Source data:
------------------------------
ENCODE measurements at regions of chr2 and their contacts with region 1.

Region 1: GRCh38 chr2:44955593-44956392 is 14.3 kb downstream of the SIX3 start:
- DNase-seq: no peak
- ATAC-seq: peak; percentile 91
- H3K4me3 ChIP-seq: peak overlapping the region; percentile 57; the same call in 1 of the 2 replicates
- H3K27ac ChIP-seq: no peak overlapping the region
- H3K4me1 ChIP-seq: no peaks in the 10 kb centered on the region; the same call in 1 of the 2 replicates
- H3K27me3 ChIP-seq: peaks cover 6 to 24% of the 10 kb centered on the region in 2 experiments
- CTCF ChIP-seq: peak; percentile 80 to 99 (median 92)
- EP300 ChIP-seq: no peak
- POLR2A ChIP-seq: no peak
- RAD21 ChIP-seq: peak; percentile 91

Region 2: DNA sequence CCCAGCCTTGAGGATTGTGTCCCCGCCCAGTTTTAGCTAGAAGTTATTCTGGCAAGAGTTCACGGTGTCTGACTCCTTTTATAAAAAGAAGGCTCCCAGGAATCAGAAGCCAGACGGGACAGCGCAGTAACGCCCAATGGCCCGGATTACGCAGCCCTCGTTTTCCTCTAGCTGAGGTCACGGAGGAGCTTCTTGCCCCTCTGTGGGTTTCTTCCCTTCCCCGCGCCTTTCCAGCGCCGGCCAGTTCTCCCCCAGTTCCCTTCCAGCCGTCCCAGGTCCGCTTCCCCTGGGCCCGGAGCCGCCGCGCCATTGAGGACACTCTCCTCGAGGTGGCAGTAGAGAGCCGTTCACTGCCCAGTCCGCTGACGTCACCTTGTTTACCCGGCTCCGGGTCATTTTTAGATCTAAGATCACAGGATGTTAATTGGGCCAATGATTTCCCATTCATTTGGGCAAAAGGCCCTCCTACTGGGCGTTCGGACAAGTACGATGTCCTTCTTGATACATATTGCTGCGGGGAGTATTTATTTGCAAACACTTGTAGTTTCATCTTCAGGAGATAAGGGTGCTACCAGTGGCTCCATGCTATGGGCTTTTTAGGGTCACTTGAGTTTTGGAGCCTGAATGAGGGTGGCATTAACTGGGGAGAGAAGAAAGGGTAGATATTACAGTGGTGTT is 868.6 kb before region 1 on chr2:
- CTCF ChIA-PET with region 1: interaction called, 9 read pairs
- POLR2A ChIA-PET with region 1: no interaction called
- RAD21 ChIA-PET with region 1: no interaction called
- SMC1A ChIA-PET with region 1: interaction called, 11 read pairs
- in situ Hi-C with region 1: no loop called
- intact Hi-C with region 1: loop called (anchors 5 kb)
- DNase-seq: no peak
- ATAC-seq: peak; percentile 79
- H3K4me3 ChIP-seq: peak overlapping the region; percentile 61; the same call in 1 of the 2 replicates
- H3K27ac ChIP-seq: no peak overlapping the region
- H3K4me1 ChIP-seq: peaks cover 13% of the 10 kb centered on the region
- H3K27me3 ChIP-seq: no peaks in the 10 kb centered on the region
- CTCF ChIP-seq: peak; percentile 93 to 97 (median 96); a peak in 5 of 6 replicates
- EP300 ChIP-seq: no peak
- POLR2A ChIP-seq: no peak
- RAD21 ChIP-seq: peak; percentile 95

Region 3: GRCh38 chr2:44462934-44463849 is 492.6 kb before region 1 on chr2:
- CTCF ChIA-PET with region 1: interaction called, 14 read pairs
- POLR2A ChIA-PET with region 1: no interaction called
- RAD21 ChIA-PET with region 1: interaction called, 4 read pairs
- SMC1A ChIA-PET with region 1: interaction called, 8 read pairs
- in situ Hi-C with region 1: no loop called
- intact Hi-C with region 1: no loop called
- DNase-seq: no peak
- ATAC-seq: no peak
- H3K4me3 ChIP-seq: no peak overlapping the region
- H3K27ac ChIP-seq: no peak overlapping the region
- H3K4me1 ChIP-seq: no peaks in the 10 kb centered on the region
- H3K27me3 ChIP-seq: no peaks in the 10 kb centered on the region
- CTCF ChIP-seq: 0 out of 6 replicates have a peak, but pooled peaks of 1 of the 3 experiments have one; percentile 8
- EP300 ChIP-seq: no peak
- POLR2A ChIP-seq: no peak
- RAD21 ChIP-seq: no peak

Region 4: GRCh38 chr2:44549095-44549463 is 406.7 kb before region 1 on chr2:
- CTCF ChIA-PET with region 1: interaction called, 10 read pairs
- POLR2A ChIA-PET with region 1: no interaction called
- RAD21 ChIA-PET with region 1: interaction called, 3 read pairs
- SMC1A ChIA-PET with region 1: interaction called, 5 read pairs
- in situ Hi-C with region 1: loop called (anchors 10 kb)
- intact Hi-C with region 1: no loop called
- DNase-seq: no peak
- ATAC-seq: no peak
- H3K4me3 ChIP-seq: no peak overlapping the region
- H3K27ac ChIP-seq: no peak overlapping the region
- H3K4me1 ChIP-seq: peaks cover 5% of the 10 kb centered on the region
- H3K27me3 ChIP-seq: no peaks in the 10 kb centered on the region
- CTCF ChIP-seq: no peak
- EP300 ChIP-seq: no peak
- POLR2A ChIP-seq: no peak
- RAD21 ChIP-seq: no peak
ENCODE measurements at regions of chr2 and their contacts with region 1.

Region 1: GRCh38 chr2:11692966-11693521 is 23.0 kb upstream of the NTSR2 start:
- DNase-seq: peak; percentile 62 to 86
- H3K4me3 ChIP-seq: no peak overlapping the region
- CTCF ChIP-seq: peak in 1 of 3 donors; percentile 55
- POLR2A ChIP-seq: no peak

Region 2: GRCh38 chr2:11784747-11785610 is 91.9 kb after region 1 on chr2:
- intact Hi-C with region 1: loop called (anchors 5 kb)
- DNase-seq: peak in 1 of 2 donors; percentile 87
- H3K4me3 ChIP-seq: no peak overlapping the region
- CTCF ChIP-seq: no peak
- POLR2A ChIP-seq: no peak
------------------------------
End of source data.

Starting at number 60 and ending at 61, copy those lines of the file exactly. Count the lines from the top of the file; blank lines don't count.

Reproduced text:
- CTCF ChIP-seq: no peak
- EP300 ChIP-seq: no peak